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The meaning of Ichiro : the new wave from Japan and the transformation of our national pastime / Robert Whiting.

By: Whiting, Robert.
Material type: TextTextPublisher: New York : Warner Books, c2004Description: xvii, 318 p. : ill. ; 25 cm.ISBN: 0446531928; 9780446531924.Subject(s): Suzuki, Ichirō, 1973- | Baseball players -- Japan -- BiographyDDC classification: 796.357/092 | B LOC classification: GV865.S895 | W55 2004
Contents:
The education of Ichiro -- The meaning of Ichiro -- Some history and some philosophy -- Accidental pioneer -- The defector -- Darth Vader, the fat toad, and Alfonso Soriano -- Gaijin -- Gaijin kantoku -- The others -- Matsui.
Review: "In his classic bestseller You Gotta Have Wa, Robert Whiting wrote extensively about the startling cultural clash that occurred when aging American major leaguers, in search of one last payday at the end of their careers, found their way to Japan's professional baseball leagues. By most accounts, the Japanese talent level was considered to be a step down in competition from Major League Baseball." "But times have changed, and so has the migration of talent. These days it's the American major league teams that are scouring the Japanese leagues in search of top-level ballplayers. And in this new book, Whiting writes about this extraordinary cultural role reversal, and how our national pastime has been influenced and changed forever." "Ichiro...Nomo...Sasaki...Hasegawa...Hideki Matsui...one by one they have come to America and made their mark - not as novelty items but as incredibly gifted ballplayers whose skills and styles have defied critics and earned the admiration of millions of fans. Led by the charismatic, whippet-like right fielder for the Seattle Mariners, Ichiro Suzuki, whom many refer to as baseball's best all-around player, this new wave of athlete is the tip of a fascinating iceberg: a deep and very different tradition of baseball the Japanese way. From the cultural concept of wa ("group harmony") to the training regimens practiced by the Japanese players, Robert Whiting shows why more and more players from Japan will be coming to America - and how they are changing the way our game is played." "Besides Ichiro himself, this book chronicles the personal trials and triumphs of such stars as Hideki Matsui, Hideo Nomo, Kazuhiro Sasaki, and many others, including Japanese all-star shortstop Kaz Matsui, who was recently signed by the New York Mets. It examines the misconceptions many Americans have had about Japanese players and looks at current young players destined for stardom. It also offers a lively account of Bobby Valentine's amazingly vexing experiences in trying to apply traditional American baseball strategies while managing the Chiba Lotte Marines in Japan's Pacific League."--BOOK JACKET.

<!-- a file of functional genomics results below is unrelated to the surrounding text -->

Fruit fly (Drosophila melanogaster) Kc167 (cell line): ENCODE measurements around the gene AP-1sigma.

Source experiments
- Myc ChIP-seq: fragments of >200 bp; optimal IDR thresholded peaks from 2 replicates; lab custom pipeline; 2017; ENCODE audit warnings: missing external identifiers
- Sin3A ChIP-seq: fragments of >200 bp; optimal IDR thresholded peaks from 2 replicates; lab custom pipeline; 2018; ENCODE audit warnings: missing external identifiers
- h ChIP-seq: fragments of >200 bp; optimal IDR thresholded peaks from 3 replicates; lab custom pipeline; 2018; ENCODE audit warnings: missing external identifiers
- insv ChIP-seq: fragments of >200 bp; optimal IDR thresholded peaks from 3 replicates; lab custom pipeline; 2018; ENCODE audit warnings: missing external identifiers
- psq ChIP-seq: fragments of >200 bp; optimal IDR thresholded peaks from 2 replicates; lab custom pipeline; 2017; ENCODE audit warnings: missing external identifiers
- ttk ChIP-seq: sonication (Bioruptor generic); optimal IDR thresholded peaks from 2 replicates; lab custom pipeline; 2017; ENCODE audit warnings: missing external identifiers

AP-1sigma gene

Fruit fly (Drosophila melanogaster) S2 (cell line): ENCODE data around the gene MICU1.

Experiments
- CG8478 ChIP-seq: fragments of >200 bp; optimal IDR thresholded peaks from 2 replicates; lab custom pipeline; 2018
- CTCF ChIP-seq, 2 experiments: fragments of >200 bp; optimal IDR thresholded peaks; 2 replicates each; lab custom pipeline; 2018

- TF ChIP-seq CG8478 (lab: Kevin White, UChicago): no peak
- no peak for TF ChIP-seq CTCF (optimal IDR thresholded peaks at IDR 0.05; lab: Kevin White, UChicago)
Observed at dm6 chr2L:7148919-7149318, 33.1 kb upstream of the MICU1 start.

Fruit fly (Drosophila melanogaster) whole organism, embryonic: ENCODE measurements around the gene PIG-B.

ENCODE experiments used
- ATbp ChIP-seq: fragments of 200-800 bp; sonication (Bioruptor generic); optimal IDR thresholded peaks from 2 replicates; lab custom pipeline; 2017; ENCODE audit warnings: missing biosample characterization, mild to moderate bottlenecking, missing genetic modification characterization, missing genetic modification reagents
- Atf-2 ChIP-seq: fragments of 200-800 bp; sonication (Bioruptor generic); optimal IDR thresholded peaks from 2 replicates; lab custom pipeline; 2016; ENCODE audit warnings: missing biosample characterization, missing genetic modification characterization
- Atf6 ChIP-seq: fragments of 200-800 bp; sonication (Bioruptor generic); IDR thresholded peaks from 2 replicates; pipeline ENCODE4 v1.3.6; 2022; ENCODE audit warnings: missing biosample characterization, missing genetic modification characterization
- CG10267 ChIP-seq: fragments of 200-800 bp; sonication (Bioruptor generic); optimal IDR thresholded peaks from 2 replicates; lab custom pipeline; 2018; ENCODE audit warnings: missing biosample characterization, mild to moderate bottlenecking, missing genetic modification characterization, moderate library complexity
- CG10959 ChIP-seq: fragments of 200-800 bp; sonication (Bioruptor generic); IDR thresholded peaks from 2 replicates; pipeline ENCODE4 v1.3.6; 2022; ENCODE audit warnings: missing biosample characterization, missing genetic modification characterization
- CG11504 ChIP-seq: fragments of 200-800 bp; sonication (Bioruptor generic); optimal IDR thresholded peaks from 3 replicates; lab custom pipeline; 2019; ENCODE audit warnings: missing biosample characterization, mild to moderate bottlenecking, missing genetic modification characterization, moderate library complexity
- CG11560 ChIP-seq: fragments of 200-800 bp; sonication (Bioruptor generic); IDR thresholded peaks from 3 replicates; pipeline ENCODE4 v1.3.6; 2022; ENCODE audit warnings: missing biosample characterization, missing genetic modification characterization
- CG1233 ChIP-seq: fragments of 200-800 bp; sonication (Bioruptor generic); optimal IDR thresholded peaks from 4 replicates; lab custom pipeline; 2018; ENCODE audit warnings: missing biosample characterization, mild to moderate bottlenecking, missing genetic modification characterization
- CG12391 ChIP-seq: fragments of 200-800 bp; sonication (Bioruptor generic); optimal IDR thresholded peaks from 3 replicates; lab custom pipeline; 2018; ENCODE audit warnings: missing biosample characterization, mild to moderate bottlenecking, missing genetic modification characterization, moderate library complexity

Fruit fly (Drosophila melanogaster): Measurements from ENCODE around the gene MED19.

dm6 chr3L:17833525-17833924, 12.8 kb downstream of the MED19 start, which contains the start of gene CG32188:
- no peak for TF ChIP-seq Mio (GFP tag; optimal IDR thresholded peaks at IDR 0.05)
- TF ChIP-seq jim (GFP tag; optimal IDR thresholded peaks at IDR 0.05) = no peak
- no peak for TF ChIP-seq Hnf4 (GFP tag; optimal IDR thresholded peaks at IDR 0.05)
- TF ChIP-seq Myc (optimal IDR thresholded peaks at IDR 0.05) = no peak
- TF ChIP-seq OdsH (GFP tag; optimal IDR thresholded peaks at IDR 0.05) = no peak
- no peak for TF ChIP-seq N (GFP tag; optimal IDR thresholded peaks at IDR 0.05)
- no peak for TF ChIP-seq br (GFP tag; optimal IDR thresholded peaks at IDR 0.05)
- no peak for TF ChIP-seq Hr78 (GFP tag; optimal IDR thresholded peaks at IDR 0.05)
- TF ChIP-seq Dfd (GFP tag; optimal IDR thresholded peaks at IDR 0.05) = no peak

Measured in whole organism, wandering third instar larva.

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GV865 .S895 W55 2004 (Browse shelf) Available 0000001711514

"April 2004."

Includes bibliographical references (p. [299]-302) and index.

The education of Ichiro -- The meaning of Ichiro -- Some history and some philosophy -- Accidental pioneer -- The defector -- Darth Vader, the fat toad, and Alfonso Soriano -- Gaijin -- Gaijin kantoku -- The others -- Matsui.